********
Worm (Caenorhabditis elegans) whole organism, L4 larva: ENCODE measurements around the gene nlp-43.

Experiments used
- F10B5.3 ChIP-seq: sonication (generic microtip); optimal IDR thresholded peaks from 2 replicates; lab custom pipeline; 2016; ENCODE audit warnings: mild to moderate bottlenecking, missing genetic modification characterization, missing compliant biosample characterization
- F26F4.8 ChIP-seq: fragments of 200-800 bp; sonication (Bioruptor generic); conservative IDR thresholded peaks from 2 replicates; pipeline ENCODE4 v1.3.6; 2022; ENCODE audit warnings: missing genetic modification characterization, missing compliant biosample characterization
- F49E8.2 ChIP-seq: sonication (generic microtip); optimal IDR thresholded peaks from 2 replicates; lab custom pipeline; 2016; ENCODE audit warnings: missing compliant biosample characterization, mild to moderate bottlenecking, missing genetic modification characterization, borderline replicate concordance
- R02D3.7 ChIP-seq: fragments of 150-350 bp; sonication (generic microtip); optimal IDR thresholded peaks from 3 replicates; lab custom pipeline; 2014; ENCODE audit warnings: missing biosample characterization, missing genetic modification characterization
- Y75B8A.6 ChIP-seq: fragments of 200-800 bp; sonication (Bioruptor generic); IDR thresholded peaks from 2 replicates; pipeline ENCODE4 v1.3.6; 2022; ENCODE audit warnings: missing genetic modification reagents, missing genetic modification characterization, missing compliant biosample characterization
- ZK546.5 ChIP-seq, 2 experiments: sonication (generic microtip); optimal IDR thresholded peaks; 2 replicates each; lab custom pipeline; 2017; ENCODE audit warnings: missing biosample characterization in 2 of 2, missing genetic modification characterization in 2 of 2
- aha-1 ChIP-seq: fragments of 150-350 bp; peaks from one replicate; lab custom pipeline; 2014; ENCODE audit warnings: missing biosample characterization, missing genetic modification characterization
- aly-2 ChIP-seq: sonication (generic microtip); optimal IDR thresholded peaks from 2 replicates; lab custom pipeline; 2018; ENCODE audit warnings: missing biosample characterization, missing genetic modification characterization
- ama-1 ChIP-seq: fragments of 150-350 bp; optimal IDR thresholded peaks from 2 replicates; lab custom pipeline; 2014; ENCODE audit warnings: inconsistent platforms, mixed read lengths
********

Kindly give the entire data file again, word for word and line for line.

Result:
Worm (Caenorhabditis elegans) whole organism, L4 larva: ENCODE measurements around the gene nlp-43.

Experiments used
- F10B5.3 ChIP-seq: sonication (generic microtip); optimal IDR thresholded peaks from 2 replicates; lab custom pipeline; 2016; ENCODE audit warnings: mild to moderate bottlenecking, missing genetic modification characterization, missing compliant biosample characterization
- F26F4.8 ChIP-seq: fragments of 200-800 bp; sonication (Bioruptor generic); conservative IDR thresholded peaks from 2 replicates; pipeline ENCODE4 v1.3.6; 2022; ENCODE audit warnings: missing genetic modification characterization, missing compliant biosample characterization
- F49E8.2 ChIP-seq: sonication (generic microtip); optimal IDR thresholded peaks from 2 replicates; lab custom pipeline; 2016; ENCODE audit warnings: missing compliant biosample characterization, mild to moderate bottlenecking, missing genetic modification characterization, borderline replicate concordance
- R02D3.7 ChIP-seq: fragments of 150-350 bp; sonication (generic microtip); optimal IDR thresholded peaks from 3 replicates; lab custom pipeline; 2014; ENCODE audit warnings: missing biosample characterization, missing genetic modification characterization
- Y75B8A.6 ChIP-seq: fragments of 200-800 bp; sonication (Bioruptor generic); IDR thresholded peaks from 2 replicates; pipeline ENCODE4 v1.3.6; 2022; ENCODE audit warnings: missing genetic modification reagents, missing genetic modification characterization, missing compliant biosample characterization
- ZK546.5 ChIP-seq, 2 experiments: sonication (generic microtip); optimal IDR thresholded peaks; 2 replicates each; lab custom pipeline; 2017; ENCODE audit warnings: missing biosample characterization in 2 of 2, missing genetic modification characterization in 2 of 2
- aha-1 ChIP-seq: fragments of 150-350 bp; peaks from one replicate; lab custom pipeline; 2014; ENCODE audit warnings: missing biosample characterization, missing genetic modification characterization
- aly-2 ChIP-seq: sonication (generic microtip); optimal IDR thresholded peaks from 2 replicates; lab custom pipeline; 2018; ENCODE audit warnings: missing biosample characterization, missing genetic modification characterization
- ama-1 ChIP-seq: fragments of 150-350 bp; optimal IDR thresholded peaks from 2 replicates; lab custom pipeline; 2014; ENCODE audit warnings: inconsistent platforms, mixed read lengths